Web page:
The Gold Cup has come and gone. What was originally perceived as a doomed enterprise, ended up being a sign of promise. There is now hope within the men’s program for better days, and supporters can be excited for what the future holds. Let’s believe that with their play, Canada will attract a whole new generation of fans from coast to coast.

We welcome you. The more the merrier.

It is definitely not easy supporting the men’s program. We are met with constant disappointment. Yet, we keep coming back. There are many reasons for this. Loyalty. Love. Hope. Maybe all of the above?

I have a strong opinion about what I’m going to write about next. I’ve seen the same song and dance over and over again as long as I can remember. I would like to believe that it’s changing because it has made my blood boil over the years.

It’s not the half full stadiums. Those of us that turn up consistently should be applauded. We give the team everything we’ve got, no matter how small our push. Secondly, it’s not the people who don’t show up at all. That is their right to do so. Entertainment dollars are limited. I can’t blame someone for wanting to get the most bang for their buck.

The problem is the CANADIANS that do show up…to cheer for the opposition!

This has been going on for a long time, and is especially evident when World Cup qualifying cycles come around. This practice is most popular amongst those who cheer for their ancestral homeland – the land of their parents to be more specific. We see this regularly in the CONCACAF group stages.

I personally know people who were born here, and have parents that are from Honduras and El Salvador, who do this. We also see this when we host Jamaica. It has happened when we have hosted friendlies too – for example matches against Peru and Ecuador. I could only imagine a match against Portugal, Ireland, England, or Italy. This could be the worst possible outcome of hosting the 2026 World Cup.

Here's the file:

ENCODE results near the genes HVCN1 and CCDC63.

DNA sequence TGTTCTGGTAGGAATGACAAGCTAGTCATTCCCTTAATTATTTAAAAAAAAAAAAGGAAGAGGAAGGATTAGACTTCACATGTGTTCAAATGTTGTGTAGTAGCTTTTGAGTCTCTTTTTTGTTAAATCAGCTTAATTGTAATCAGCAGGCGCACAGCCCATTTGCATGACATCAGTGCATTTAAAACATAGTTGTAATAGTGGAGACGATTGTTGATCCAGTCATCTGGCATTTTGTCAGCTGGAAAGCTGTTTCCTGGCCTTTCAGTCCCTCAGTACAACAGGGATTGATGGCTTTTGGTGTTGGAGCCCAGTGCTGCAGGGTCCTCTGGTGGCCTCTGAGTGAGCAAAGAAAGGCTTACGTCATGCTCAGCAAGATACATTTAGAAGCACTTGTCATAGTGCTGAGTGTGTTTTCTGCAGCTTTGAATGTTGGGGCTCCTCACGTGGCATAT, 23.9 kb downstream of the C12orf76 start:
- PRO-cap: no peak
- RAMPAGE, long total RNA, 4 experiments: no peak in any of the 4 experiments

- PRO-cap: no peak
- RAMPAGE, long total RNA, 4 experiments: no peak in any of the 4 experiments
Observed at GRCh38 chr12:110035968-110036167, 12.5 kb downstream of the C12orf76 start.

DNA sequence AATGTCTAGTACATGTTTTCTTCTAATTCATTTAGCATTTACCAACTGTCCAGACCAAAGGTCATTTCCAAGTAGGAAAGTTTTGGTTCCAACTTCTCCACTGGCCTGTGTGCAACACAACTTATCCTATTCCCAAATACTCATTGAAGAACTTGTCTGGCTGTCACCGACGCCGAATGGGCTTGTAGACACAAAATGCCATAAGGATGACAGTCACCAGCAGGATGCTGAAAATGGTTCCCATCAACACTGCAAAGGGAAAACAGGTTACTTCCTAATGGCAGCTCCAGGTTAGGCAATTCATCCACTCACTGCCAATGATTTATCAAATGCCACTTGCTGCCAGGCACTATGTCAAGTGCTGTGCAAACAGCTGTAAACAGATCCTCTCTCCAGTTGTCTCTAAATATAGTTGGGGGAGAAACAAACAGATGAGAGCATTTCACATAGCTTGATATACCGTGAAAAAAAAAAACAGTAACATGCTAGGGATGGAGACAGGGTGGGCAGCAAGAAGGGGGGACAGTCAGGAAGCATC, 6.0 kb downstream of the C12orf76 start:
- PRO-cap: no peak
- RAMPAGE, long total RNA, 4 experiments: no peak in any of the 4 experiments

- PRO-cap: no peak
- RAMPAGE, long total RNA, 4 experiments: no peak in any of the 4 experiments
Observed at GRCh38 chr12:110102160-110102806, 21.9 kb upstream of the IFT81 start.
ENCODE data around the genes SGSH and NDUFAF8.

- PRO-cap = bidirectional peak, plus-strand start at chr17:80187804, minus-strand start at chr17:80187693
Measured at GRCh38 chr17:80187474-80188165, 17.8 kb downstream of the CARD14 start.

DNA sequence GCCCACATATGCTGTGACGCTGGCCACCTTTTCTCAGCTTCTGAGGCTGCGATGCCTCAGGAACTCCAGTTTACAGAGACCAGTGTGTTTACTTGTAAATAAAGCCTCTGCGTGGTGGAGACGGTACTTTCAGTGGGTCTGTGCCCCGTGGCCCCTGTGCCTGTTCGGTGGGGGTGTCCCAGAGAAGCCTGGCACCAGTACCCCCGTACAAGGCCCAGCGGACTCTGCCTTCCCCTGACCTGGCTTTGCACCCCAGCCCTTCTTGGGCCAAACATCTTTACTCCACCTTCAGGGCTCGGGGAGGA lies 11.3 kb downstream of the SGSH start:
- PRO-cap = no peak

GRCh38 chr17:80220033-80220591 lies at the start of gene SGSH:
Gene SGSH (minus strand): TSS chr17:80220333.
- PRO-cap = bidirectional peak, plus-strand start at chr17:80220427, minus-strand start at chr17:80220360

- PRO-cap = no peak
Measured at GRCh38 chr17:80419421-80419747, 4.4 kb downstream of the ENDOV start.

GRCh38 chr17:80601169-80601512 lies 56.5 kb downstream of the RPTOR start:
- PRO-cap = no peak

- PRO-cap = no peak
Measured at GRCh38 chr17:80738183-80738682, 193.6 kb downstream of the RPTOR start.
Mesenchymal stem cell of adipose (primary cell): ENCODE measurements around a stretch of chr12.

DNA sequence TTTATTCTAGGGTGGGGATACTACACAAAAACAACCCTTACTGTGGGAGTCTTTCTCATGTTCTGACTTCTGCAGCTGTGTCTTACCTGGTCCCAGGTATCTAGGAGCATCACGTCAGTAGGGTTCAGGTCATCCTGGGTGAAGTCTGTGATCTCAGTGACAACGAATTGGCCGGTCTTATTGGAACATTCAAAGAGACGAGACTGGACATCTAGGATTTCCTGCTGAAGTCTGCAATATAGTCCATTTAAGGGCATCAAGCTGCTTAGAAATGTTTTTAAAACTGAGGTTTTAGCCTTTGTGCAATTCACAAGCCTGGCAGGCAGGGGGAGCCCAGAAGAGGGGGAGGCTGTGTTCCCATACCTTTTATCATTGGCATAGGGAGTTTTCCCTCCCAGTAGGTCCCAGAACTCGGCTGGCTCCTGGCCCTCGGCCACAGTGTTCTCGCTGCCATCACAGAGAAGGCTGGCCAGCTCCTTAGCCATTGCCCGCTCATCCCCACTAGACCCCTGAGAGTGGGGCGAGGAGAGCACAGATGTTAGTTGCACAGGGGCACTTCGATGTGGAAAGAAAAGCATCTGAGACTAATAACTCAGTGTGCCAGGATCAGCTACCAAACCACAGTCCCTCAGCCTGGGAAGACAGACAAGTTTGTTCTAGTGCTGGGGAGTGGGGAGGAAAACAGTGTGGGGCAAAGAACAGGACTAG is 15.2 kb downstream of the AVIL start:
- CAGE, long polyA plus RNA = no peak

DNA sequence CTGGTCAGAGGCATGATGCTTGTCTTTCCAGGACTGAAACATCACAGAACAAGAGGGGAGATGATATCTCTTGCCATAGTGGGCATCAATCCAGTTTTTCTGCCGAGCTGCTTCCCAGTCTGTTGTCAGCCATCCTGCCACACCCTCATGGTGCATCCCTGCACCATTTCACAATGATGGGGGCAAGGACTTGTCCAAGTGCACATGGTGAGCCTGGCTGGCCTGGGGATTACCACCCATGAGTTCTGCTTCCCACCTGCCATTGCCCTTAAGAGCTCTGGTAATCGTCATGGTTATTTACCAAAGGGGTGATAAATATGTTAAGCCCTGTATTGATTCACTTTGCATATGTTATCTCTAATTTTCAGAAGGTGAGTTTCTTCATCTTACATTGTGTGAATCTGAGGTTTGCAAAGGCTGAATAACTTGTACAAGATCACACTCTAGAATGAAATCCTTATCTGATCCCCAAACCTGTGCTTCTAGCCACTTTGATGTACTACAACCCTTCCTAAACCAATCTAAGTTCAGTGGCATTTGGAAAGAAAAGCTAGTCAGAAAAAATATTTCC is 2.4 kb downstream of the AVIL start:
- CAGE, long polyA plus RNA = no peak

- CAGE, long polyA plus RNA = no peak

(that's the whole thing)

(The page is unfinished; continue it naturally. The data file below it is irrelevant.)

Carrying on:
Now, let’s take a step back and examine this with less passion. People do this for a multitude of reasons – apathy/disregard for Canadian soccer, the desire to be different from the crowd, glory hunting etc. Some of those folks will say that it’s not a Canada thing, but just a soccer thing. I’ve tried to convince those people they must choose Canada first and foremost. It seems like an operation of futility.

We live in a globalized world. The dynamics of families are varied. We can have multiple allegiances. In sports it is common to support more than one team, one club, or even one nation. This diversity is what gives us Canadians strength. This is how we should move forward.

All of us.

You don’t have to support the other over Canada. You can support BOTH. I saw this in person during the 2015 Gold Cup. Fans of Jamaica and El Salvador stayed behind to cheer on Canada in their match against Costa Rica. Yes, it wasn’t against their own interests, but it was still there. And it was real.

Honduras fans should support Canada against Costa Rica. Jamaican fans should support Canada against Mexico. Mexican fans should support Canada against El Salvador. This and more. You are Canadians, and in these situations, you don’t have to choose.

If you normally go to watch your team when they play Canada, that is fine. I’m done trying to convince you otherwise. But why don’t you come on down and support Canada against everyone else. The home friendly versus Jamaica on September 2 in Toronto is a good time to start. Buy a ticket and join the party. Add Canada to your list of multiple allegiances. And who knows, if you start liking the feeling, you might want to make us your only allegiance.

We welcome you. The more the merrier.

By William Jamieson